Next up was Robert Helenius, for the vacant EBU and various inter-continental belts. The result of this fight was on the same level as Martin Murray v Sergio Martinez in Argentina, in terms of a robbery even Ronnie Biggs would of been impressed. This thankfully was recognised by most governing bodies, and Chisora was effectively rewarded with his world title shot against Vitali Klitschko. Who, by the way, was by far the better boxer out of the two brothers, despite the recent loving for Wladimir after a spirited performance against untested Heavyweight Champ, Anthony Joshua. Seriously, does no one remember Tyson Fury toying with Wlad for 12 rounds? I mean he went to Germany, had a point deducted and still beat him! Sorry, I’ve got sidetracked, but it’s common sense people.
Chisora clearly lost the fight to Vitali, but he performed extremely well and built up some respect in the boxing community. Unfortunately, having slapped and spat his way through the pre-fight press and then the infamous handbags with David Haye at the post fight conference, It was inevitable that a ban would follow. It turned out, thanks to the Luxemburg Boxing Board and Frank Warren, to be a fairly short ban. In fact, just 5 months later, I attended the overhyped fight at Upton Park, with David Haye.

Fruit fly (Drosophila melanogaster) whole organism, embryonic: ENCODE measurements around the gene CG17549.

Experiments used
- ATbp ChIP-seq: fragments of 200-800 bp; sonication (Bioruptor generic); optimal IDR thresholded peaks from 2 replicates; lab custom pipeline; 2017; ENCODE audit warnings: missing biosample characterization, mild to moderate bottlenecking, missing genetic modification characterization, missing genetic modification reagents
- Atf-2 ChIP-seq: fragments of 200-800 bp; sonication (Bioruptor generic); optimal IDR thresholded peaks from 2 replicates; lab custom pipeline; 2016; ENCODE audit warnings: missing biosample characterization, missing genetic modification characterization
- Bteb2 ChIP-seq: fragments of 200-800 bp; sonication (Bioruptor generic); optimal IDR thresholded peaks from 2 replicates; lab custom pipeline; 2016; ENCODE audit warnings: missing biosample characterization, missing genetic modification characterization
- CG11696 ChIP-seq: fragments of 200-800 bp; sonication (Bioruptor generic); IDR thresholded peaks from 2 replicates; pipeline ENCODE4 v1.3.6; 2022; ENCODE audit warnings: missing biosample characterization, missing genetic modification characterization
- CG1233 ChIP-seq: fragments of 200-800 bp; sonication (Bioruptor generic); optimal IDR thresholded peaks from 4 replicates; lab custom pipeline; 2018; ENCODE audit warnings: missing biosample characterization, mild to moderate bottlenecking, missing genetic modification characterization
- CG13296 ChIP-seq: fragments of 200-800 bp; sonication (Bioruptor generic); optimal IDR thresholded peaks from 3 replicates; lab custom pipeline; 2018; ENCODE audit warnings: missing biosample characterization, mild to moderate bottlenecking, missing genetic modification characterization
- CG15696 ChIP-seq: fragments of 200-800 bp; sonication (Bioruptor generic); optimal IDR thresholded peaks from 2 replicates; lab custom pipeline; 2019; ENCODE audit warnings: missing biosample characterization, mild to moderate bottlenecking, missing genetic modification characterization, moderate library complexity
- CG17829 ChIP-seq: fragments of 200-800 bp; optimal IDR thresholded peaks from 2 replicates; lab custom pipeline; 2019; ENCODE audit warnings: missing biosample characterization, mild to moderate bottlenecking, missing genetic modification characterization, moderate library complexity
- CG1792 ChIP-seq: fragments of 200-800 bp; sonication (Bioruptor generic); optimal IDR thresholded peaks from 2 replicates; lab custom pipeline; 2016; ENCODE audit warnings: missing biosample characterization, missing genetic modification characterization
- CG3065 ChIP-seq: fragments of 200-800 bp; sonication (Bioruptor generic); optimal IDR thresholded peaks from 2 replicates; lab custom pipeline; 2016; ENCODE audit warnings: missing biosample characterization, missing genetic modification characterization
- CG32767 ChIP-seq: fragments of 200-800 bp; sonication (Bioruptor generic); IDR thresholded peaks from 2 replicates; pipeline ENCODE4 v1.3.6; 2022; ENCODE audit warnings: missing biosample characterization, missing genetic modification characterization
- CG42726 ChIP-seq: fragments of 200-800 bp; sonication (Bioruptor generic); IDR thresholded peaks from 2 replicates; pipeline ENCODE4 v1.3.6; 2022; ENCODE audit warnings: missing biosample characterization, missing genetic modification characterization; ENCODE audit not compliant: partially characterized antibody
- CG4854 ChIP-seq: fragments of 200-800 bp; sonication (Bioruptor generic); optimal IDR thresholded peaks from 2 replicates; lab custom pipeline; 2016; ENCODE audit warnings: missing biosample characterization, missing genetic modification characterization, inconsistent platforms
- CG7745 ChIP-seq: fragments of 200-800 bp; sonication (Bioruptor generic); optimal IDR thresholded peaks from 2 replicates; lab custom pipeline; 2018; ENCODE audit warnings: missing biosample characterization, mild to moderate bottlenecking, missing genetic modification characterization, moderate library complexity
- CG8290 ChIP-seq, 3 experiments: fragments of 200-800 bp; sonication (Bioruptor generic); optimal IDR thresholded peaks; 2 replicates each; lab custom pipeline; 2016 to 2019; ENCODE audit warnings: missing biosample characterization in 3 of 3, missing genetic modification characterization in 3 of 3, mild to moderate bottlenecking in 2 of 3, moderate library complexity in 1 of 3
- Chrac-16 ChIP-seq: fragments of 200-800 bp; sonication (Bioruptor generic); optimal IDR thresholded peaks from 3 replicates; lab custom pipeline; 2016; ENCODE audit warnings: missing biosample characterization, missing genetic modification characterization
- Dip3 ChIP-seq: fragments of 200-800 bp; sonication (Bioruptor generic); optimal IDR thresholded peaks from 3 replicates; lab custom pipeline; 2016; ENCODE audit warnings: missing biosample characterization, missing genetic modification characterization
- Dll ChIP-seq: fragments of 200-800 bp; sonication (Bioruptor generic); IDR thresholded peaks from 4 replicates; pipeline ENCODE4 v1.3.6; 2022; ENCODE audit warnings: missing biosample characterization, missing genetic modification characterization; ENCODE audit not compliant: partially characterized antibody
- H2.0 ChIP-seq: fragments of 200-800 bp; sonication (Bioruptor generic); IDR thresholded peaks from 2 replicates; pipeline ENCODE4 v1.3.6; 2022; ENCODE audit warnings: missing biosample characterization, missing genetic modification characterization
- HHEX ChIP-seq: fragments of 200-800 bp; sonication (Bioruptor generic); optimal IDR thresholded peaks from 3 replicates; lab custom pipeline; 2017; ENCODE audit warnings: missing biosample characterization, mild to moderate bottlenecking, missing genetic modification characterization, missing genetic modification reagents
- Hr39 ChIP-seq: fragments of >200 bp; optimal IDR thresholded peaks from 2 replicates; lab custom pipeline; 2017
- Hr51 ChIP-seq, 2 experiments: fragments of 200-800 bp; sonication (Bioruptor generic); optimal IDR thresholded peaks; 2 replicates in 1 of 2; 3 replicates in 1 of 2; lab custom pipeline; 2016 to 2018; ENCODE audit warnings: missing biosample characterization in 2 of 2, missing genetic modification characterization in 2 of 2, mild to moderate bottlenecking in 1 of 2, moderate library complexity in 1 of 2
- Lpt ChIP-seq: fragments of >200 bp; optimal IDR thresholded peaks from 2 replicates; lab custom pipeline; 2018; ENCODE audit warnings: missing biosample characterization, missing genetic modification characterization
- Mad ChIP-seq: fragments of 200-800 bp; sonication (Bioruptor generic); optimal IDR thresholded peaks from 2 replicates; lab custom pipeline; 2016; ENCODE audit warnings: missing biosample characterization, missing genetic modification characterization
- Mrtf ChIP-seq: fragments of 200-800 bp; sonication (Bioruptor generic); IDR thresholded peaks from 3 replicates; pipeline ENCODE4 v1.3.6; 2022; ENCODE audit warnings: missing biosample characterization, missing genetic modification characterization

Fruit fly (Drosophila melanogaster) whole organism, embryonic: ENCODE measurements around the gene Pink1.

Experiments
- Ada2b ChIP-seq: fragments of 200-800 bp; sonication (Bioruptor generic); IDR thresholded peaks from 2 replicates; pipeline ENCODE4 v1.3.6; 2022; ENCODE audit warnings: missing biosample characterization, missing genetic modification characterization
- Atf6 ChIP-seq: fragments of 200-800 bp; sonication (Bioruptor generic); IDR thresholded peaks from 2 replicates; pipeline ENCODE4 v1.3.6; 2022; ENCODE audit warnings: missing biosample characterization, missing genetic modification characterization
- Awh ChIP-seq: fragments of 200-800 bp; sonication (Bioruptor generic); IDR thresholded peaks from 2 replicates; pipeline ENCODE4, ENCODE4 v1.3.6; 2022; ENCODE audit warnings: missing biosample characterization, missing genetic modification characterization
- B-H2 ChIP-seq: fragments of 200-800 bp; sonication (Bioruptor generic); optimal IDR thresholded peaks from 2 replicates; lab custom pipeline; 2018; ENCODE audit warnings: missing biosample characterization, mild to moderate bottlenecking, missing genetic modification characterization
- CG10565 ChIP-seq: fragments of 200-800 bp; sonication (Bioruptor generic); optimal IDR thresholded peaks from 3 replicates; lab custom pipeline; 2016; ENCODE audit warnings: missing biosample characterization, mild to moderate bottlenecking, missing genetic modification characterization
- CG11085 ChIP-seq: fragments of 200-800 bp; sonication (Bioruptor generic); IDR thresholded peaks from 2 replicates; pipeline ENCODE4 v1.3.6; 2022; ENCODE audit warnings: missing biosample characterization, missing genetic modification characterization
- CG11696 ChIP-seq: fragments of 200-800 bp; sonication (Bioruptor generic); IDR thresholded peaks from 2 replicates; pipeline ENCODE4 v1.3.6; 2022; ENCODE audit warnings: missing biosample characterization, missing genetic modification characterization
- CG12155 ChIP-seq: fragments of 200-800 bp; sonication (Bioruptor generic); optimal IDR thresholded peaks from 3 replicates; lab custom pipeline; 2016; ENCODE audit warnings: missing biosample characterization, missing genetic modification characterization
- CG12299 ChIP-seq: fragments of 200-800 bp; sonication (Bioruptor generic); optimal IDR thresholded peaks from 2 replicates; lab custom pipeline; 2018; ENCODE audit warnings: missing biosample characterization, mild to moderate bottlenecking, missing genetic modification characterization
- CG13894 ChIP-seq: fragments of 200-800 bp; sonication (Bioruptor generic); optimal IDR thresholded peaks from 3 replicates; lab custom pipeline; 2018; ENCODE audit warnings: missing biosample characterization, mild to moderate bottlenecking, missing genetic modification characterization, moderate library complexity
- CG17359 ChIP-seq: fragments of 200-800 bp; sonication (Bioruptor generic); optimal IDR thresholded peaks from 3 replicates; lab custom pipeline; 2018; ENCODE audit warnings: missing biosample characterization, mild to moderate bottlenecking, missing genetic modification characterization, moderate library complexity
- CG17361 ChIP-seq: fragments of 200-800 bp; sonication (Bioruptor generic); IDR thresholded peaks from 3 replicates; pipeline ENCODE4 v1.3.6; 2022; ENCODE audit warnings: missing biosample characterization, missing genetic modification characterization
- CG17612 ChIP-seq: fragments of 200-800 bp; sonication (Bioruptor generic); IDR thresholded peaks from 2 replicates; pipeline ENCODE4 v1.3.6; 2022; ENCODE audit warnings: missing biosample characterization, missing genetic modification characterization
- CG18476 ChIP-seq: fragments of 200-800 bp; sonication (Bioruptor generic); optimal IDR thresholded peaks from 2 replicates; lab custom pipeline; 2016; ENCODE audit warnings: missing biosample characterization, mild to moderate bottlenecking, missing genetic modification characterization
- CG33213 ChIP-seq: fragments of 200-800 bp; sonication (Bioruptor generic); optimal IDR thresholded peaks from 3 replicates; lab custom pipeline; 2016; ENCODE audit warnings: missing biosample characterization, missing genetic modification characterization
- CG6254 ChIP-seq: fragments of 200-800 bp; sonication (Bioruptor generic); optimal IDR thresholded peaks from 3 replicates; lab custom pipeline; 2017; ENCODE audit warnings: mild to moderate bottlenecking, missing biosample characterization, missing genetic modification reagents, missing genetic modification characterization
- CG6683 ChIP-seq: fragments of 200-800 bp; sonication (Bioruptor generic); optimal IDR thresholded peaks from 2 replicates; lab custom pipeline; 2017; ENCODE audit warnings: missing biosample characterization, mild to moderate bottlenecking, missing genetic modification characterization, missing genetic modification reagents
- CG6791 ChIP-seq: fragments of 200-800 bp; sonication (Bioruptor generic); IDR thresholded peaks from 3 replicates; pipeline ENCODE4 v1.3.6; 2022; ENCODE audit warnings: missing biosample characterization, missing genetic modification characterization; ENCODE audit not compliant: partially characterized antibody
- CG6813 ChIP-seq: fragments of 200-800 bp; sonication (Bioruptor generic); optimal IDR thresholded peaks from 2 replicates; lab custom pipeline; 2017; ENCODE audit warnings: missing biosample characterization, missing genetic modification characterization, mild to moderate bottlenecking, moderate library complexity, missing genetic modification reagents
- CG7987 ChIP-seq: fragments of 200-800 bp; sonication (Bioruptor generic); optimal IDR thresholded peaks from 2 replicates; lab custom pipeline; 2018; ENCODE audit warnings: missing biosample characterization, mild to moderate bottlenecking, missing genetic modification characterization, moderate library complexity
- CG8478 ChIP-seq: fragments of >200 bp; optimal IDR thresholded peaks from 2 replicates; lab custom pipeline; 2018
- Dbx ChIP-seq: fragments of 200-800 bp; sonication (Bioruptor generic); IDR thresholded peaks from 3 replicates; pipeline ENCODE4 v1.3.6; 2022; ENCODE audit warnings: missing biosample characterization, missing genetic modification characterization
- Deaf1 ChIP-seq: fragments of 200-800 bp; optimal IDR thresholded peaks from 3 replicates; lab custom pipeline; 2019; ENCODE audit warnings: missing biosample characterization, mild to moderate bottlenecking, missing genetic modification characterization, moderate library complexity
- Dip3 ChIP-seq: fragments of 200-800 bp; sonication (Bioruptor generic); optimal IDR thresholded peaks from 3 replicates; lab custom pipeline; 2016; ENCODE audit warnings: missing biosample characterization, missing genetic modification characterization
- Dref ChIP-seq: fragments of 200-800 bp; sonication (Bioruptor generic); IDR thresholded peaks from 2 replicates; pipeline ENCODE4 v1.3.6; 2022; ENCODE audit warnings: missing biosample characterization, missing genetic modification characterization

The fight with Haye grabbed a lot of attention. Haye hadn’t fought in 12 months after breaking his toe and losing his unification fight against Wlad in Germany. As usual Haye was trying his best to stay relevant and after the press conference fight in Germany and a war of words, the fight was on. A summary of the night is as follows; it pissed down with rain, Andy Murray got booed every time his face appeared on the big screen and Chisora got knocked down and out in the 5th round.
This meant Chisora had lost his last 3 fights. And I believe, in a nutshell, these 3 fights summarise Chisora’s career very well.
Helenius: A great performance which suggests he is of European level and with the right opponent a potential World Champion, but is robbed on the night.
Klitschko: A decent performance against a far superior boxer, but ultimately remembered for what happened out of the ring.
Haye: A lacklustre performance against a powerful but fairly untalented ‘boxer’ leaving you with the impression that he isn’t world level.